The refusal of the US Congress to accept a new and higher quota (money) to the IMF stymied governance reforms for five years. This has frustrated efforts to integrate the developing countries, especially the large ones, like China, better into the global economy. It may have also helped spur China to develop parallel organizations, like the Asian Infrastructure Investment Bank.
The omnibus spending and tax bill that looks likely to be approved by Congress and signed by Obama in the coming days includes a provision to accept the IMF reforms.
When the reforms are enacted, the US weighted voting authority will slip to 16.5% from 16.7%. As many decisions require an 85% majority, the US retains its effective veto. China's voting weight reportedly would rise from 3.8% to 6.0%. As was the case with the SDR decision, the rise of China comes at the expense of Europe, not the US.
In exchange for its approval, Congress is demanding a greater role in some IMF decisions. Specifically, the agreement reportedly will require the Administration to work toward repealing the "systemic exception" created in 2010 to allow the IMF to take part in European aid to Greece. The extent of the IMF's involvement in Europe has troubled many members, including the US apparently.
The legislation also would require that the Administration notifies Congress at least a week before an IMF vote is held on "exceptional access". This is the practice by which the IMF can lend funds above normal limits on a case-by-case basis. It requires the approval of the Fund’s Executive Board. Congress is also insisting that a study be launched to see if collateral should be required for such loans.
These seem like relatively minor encroachments by the US Congress. The more important consideration is that it begins the long overdue process of modernizing the IMF. Begins is the operative word because this is only a first and modest step. The reforms will double the IMF's quotas and shift six percent of the quota shares to emerging and developing countries. About half the shift comes from developed countries, mostly Europe, and a third from the oil producers. The high-income countries in Europe will have two few seats on the Executive Board, and will be replaced by two directors from lower income countries. Projections indicate that about 110 of the 187 IMF members will see their quota shares increased or maintained.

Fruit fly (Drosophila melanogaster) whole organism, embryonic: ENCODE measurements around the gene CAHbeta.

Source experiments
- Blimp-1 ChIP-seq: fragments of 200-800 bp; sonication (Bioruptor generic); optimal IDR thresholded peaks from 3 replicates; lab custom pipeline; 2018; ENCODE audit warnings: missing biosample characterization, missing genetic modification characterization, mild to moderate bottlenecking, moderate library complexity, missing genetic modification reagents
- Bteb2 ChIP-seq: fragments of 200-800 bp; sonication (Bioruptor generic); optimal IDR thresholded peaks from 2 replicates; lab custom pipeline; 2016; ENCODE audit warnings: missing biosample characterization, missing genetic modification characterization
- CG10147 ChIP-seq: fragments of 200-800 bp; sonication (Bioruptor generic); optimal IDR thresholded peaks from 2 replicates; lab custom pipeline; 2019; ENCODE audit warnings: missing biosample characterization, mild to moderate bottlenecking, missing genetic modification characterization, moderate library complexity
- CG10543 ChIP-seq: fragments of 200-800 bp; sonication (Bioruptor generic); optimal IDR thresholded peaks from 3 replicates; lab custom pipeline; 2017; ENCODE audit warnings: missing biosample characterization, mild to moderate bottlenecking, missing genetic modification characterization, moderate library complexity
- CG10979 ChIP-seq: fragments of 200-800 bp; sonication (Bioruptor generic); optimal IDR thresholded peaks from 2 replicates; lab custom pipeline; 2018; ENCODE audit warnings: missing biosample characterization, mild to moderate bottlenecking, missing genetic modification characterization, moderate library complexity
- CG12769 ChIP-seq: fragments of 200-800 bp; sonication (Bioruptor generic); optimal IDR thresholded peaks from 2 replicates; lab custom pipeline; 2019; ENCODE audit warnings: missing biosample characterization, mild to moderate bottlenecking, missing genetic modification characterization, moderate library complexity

Here is a table from the IMF that illustrates the proposed changes for the top fifteen members. The footnote on China refers to the fact that China includes Hong Kong and Macau.
One issue that is on few people's radar screens is that Lagarde's term as Managing Director of the IMF ends in July 2016. There had been some speculation that she would enter French politics, where the presidential election will be held in 2017. However, she has indicated a willingness to serve a second term at the IMF's helm. Lagarde is an adroit politician, and she has tried to protect her flanks, but the criticism of the IMF's large exposure to Europe does not set well with many.
Arguably, more importantly, the European domination of the head of the IMF continues to be questioned. India's Rajan or Mexico's Carstens are thought to be potential rival candidates. However, the challenge is that the emerging and developing countries struggle to unite behind a single candidate, which fragments their voice.
Meanwhile the IMF has yet to decide whether it will participate in the third assistance package that was launched this past summer. Ironically, some German officials that opposed IMF involvement at the beginning of the crisis now insist on it. However, the IMF is demanding greater debt relief that many of the creditors seem to be willing to accept. Although the EU heads of state summit begins today, immigration/refugees and the related frontier issues will likely dominate the agenda. A decision also may be made on extending the sanctions on Russia that are set to expire at the end of next month. Debt relief for Greece and the UK's reform demands may be discussed on the margins will likely be more salient early next year.